When Morsi was removed from office on July 31 and imprisoned, the MB demanded his reinstatement. They were unwilling to compromise in any way. That was foolish, but that demand may yet offer a way out of the conundrum and put an end to the violence as I shall argue later.

Compare the two maps and notice the overlap

The military have also used violence, but that does not make them Islamists. Since the ouster of Morsi, they have used deadly force against their own people. This was a coup that was not only wrong but was also a terrible mistake since Morsi and the MB would probably not have been reelected in a future election. If they would have refused to hold elections, the people would protest strenuously.

The use of violence by the military was disastrous. It prompted the violent reaction of the MB, which not only executed police and army personnel but also destroyed many churches, primarily Coptic.

Thankfully, the Copts did not respond in kind by burning mosques, as has happened in Nigeria, but they feel very much threatened by the MB and the sectarian violence that is directed especially against Christians.

The military have lost much of the good will and support of ordinary Egyptians through this bloodshed. As a result of the bloodshed, the MB have only added to their reputation for incompetence and abuse of power.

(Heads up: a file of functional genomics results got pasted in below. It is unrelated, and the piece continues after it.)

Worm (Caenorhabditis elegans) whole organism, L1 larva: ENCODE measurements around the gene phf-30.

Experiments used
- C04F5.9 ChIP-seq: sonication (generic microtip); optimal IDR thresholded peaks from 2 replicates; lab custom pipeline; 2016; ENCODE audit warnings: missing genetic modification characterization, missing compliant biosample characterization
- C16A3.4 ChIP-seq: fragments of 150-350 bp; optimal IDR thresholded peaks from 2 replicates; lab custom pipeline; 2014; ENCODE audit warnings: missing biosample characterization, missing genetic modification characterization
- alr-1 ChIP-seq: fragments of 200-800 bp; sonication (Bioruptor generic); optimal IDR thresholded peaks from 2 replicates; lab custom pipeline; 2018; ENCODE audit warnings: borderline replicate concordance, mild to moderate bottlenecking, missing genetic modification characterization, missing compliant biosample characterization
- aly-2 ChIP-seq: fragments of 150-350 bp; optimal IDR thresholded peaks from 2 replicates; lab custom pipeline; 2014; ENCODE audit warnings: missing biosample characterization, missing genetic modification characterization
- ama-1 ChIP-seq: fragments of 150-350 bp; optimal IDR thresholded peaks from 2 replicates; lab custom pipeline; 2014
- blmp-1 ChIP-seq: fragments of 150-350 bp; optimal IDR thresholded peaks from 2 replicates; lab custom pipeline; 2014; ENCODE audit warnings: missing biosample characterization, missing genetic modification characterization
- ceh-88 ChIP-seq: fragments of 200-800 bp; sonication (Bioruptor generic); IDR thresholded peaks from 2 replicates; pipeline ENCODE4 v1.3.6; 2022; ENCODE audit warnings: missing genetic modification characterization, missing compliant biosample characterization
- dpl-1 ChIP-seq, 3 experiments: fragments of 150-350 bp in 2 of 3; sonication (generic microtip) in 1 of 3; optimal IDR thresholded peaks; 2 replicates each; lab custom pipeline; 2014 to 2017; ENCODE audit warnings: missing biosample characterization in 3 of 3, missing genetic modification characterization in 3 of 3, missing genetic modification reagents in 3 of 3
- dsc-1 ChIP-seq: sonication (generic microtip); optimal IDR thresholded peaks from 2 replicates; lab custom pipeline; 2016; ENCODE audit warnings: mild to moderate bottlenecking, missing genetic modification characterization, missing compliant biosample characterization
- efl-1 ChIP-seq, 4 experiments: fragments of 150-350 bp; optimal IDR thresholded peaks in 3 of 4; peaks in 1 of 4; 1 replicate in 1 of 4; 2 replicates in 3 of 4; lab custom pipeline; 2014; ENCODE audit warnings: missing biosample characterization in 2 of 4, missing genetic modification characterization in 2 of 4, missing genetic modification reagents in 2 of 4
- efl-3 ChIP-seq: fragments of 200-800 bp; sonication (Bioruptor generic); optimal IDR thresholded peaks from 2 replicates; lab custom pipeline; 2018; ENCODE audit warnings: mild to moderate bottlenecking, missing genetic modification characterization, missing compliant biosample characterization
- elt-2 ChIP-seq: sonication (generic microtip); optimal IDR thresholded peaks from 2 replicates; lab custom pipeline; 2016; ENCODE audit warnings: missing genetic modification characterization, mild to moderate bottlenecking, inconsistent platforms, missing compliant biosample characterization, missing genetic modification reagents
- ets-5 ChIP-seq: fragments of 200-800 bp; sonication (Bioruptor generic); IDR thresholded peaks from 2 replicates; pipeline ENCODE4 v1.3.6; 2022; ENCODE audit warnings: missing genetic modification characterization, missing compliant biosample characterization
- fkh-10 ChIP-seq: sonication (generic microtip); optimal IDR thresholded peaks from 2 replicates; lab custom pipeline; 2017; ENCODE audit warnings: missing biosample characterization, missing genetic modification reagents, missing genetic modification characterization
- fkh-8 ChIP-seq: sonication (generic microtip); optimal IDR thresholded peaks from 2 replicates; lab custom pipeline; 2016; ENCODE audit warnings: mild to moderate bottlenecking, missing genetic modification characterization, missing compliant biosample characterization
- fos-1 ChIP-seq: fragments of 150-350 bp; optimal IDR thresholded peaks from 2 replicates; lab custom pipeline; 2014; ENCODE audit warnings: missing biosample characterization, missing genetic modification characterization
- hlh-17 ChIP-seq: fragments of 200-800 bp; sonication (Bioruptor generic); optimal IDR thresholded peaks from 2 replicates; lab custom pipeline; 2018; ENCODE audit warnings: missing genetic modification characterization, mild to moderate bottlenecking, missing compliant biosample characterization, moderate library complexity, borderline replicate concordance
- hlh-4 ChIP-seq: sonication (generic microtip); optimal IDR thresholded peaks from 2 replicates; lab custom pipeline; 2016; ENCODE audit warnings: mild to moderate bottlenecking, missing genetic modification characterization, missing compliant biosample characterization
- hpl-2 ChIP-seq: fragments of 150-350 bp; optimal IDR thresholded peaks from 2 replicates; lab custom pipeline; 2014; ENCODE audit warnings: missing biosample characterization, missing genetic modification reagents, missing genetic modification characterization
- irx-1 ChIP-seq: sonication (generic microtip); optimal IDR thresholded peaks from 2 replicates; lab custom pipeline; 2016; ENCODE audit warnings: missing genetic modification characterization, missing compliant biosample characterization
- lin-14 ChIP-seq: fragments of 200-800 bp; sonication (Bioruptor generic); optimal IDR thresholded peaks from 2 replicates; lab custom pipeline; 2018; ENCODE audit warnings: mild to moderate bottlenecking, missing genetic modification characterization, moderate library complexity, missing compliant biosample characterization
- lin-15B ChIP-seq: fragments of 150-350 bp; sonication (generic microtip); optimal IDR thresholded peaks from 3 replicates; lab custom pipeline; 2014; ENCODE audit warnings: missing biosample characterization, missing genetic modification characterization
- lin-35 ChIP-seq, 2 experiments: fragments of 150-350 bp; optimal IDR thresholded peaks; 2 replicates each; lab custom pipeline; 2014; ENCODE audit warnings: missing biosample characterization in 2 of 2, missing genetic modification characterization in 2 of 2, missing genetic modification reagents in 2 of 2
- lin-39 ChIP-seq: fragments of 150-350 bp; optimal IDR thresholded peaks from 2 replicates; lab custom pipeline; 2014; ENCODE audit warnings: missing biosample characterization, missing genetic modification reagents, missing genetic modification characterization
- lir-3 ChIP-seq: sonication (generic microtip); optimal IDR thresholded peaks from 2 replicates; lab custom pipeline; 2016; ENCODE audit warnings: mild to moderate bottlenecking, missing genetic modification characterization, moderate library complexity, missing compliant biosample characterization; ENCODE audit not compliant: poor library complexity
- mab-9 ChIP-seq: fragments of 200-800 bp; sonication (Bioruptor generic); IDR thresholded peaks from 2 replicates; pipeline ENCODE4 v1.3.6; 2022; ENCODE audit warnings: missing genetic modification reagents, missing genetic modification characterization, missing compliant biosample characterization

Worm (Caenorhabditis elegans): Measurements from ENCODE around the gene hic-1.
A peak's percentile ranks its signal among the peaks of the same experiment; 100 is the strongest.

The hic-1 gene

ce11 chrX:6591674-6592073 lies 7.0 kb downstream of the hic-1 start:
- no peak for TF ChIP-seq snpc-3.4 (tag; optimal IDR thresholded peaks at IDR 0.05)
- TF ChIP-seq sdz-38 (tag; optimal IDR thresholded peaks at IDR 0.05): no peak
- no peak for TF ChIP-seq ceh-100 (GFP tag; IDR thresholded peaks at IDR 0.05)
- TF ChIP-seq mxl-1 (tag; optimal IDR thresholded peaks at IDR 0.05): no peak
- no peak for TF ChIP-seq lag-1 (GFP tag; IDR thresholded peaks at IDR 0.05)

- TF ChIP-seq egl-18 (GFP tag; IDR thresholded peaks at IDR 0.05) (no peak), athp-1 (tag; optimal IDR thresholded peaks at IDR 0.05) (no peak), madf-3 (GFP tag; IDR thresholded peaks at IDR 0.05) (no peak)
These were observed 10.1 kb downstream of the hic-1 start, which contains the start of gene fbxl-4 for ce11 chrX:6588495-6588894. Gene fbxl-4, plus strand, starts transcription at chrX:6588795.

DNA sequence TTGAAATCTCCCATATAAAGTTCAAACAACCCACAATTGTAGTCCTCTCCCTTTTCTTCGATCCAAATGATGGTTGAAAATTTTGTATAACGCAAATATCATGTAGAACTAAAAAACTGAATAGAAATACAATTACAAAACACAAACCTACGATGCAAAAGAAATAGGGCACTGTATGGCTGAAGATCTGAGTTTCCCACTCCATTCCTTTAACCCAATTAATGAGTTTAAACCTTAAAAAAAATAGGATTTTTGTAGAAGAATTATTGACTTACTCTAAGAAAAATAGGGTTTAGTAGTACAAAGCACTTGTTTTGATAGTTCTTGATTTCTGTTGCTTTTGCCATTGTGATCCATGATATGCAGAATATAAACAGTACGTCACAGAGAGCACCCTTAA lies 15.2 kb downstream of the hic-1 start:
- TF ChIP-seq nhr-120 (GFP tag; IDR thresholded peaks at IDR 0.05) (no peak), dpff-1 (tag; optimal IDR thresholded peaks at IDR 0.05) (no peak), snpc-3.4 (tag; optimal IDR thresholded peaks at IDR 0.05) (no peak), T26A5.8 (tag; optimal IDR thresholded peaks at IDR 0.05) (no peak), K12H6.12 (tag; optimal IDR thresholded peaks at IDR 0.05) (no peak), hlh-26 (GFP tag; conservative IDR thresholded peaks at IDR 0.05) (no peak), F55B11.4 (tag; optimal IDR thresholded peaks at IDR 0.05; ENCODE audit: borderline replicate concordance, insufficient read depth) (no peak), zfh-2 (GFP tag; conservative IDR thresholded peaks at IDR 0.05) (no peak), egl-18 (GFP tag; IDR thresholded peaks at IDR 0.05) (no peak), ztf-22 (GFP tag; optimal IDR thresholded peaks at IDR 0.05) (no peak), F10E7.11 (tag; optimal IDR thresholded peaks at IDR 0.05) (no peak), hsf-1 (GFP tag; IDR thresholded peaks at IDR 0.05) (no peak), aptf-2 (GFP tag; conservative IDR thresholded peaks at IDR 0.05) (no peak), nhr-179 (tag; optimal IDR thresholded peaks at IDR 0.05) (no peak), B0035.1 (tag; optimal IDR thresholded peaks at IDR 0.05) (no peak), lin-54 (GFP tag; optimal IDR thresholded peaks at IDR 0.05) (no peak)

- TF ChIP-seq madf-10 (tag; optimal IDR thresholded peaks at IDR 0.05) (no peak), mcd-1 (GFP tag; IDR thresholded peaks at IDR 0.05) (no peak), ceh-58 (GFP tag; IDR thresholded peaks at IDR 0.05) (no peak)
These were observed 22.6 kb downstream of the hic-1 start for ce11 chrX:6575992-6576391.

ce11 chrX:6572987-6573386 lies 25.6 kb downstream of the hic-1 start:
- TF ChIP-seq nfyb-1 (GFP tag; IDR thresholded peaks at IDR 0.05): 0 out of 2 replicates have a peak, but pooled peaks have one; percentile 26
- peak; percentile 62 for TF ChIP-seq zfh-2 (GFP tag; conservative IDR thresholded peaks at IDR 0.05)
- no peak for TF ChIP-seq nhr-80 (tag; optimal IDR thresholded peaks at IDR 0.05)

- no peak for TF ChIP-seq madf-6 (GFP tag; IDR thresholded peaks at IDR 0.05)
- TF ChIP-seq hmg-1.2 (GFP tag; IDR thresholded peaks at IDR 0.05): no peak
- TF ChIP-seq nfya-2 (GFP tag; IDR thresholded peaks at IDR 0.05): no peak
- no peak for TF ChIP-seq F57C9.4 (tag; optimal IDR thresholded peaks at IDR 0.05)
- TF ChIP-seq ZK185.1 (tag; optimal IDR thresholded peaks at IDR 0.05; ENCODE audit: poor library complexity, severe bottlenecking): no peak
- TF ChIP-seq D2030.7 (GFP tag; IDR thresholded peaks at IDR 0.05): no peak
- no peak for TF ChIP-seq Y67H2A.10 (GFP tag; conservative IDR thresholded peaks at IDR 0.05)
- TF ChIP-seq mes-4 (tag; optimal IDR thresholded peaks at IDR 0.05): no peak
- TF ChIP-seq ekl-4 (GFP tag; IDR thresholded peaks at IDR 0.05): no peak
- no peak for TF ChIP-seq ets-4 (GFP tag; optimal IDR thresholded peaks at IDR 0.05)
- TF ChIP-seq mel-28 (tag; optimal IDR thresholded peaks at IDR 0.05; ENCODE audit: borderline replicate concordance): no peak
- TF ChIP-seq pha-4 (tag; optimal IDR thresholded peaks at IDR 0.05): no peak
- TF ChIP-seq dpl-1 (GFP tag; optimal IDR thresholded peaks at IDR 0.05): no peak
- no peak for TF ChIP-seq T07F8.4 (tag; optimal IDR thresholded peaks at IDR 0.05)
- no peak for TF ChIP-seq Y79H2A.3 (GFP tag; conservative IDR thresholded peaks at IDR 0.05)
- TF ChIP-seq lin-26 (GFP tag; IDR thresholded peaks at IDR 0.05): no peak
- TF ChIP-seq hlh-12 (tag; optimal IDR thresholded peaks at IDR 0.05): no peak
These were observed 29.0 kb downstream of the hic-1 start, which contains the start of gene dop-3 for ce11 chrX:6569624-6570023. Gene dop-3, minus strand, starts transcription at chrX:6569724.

But the worst mistake of the military was to ignore the yearning of ordinary people for dignity. The people no doubt wanted to get rid of the apparatus of a police state, but they also desired better lives, decent jobs and certain basic freedoms. That was why Mubarak was deposed two years ago. The old, ailing dictator will never regain power, even though he has just been released from prison. But he will be put on trial again.

A church torched by the Muslim Brotherhood

The military will have to deal with the needs of the ordinary people but they also have with the Islamists who make up about 30% or so of the population. They want to ban the MB, but that will drive them even further underground than they were before. That would be foolish and counter-productive. 

They must find a way to co-exist with the MB. To ban them would play into the hands of Egyptian jihadists, as well as those elsewhere. It would also provide fertile ground for the further growth of al-Qaeda. Jihadists in northern Africa have already vowed to support their Islamist brothers in Egypt.